and pendimethalin residues in capsicum fruit showed that when applied pre transplant, these herbicides were Weed efficacy The three herbicides pendimethalin,
not detected at a limit of quantification of 0.01 mg/kg at clomazone and oxadiargyl all showed activity on two sites. common grass and broadleaf weeds in capsicum and chilli crops. Both clomazone at 480 g a.i./ha and pendimethalin at 990 g a.i. ha –1 provided near complete Trial data at 13 sites over three seasons has shown control of Eleusine indica (crowsfoot grass) and clomazone, pendimethalin and oxadiargyl provide Digitaria ciliaris (summer grass). Oxadiargyl at 400 g control of a number of problem weeds while being safe a.i. ha –1 provided 91% (summer grass) and 84% to capsicum and chilli crops. A variety tolerance trial was conducted at Bowen in North Queensland on a light textured soil with a cation exchange capacity of 5.9 cmol kg-1. This site presented a worst case scenario for crop safety with soil applied herbicides and the herbicide rates used in this trial were approximately double those required for control of susceptible weeds. Despite this, the products showed high crop safety with no effect on marketable yield of capsicum or chilli. Clomazone, pendimethalin and oxadiargyl can potentially be used to manage weeds under plastic mulch, in inter-rows between plastic mulch or within rows in crops grown without plastic mulch. Effective herbicide options may even assist growers to reduce their reliance on plastic mulch in capsicum and chilli crops in some situations. These products can not be used in commercial crops until permits or registrations are obtained from the Australian Pesticides and Veterinary Medicines Association. The information generated from this project maybe used to support these applications. Funding supported by National Vegetable Research & Development Levy and Commonwealth Government through Horticulture Australia Ltd. We thank all growers who kindly provided trial sites. We also thank all researchers who undertook trials as part of this project. Researchers included, Mark Sumner, Chris Monsour, Keith Lewis and David Kilpatrick. Frost P and Hingston T (2004). Weed Management in Capsicums and Chillies. Horticulture Australia Ltd Final Report. Puntener W (1981). Manual for Field Trials in Plant Protection. Second Edition. Ciba-Geigy Limited, Basle, Switzerland. Thomson W (1997). Agricultural Chemicals Book II Herbicides. Thomson Publications, California.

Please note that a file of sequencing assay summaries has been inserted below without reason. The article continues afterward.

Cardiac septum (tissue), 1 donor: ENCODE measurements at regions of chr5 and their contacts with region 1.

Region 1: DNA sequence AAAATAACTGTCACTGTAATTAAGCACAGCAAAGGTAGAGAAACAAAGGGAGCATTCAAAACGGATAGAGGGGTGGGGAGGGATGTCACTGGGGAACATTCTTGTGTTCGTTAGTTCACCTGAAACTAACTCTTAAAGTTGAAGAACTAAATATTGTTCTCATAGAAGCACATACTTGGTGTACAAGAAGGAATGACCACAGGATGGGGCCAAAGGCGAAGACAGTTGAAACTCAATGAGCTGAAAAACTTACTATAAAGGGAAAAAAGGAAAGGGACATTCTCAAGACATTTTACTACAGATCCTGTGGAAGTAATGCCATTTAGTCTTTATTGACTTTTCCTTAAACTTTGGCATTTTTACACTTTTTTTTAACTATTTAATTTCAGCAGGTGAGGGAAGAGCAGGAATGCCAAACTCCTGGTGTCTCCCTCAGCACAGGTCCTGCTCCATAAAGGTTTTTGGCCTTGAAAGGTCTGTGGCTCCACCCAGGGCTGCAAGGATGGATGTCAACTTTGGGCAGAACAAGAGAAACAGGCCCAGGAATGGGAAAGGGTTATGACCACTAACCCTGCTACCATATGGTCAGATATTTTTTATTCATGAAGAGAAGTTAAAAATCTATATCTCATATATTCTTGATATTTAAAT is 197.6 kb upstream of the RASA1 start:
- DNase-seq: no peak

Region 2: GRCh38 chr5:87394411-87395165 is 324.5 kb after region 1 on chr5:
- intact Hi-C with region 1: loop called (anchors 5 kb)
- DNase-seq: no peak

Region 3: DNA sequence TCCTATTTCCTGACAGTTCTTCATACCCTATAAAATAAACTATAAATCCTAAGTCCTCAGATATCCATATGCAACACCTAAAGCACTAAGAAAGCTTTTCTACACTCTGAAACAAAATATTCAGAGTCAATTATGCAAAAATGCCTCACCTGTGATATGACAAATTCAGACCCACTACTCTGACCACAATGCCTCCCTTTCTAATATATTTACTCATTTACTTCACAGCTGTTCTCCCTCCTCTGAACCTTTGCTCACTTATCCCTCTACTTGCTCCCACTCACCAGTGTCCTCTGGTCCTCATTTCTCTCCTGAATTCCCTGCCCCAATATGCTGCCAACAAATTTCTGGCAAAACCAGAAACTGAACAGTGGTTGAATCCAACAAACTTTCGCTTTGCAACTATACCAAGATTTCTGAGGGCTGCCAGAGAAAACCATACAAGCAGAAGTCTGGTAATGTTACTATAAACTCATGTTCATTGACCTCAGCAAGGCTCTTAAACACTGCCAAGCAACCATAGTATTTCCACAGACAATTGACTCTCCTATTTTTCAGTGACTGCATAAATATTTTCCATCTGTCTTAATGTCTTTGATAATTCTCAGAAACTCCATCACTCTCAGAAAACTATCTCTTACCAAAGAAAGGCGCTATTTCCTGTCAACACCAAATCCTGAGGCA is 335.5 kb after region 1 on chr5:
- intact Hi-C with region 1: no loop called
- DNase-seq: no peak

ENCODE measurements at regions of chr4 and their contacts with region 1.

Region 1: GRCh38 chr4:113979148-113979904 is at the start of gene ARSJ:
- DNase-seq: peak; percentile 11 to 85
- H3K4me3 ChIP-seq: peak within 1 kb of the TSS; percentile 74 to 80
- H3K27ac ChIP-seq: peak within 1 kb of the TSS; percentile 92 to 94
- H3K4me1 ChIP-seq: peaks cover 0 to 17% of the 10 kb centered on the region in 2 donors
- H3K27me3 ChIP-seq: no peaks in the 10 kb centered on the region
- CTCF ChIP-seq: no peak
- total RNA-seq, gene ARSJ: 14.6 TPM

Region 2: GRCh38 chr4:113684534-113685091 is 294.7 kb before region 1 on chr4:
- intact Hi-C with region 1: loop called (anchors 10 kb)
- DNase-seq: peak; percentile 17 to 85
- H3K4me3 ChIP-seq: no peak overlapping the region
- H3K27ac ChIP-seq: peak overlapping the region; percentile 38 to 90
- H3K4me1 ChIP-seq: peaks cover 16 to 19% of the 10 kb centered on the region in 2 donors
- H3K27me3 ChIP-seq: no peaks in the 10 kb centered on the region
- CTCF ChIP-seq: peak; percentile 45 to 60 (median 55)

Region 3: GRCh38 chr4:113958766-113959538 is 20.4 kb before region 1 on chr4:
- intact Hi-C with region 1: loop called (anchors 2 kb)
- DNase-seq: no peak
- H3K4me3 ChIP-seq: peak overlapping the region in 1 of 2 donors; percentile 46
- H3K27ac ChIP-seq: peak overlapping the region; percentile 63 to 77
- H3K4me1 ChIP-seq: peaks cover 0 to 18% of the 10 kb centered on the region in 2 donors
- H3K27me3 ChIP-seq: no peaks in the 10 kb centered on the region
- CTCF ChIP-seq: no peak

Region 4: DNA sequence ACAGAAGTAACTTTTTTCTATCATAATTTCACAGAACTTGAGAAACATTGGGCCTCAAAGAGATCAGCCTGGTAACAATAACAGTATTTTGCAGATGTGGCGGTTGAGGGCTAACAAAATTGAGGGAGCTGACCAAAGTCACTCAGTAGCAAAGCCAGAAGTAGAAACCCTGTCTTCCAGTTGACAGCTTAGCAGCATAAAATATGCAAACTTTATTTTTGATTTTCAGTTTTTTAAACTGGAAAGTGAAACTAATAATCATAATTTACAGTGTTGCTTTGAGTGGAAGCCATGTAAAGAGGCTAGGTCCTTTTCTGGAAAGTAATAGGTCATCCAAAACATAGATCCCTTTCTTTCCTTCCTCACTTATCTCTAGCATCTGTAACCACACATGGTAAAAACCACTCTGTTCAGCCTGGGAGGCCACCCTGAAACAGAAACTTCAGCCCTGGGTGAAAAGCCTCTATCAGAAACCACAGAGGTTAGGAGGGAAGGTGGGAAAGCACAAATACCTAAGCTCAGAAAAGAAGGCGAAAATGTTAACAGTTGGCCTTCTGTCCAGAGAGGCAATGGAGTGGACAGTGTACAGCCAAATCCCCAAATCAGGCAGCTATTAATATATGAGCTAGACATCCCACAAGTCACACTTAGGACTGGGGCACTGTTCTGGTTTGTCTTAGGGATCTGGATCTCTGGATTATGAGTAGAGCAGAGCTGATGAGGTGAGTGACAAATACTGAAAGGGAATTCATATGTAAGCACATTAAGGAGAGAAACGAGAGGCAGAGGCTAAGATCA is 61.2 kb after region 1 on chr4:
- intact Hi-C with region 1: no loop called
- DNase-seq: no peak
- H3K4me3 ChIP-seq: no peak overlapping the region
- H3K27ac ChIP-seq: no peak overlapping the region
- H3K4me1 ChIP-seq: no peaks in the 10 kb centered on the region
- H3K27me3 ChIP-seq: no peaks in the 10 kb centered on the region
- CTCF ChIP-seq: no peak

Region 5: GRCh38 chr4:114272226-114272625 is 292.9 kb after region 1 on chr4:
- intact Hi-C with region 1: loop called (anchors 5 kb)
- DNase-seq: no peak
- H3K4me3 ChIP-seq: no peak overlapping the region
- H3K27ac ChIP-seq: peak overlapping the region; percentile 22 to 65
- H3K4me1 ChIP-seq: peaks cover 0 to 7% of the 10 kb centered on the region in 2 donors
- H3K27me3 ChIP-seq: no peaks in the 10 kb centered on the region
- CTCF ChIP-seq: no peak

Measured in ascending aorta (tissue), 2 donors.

Source: http://www.peracto.com.au/publications/herbicides-capsicums-chillies.pdf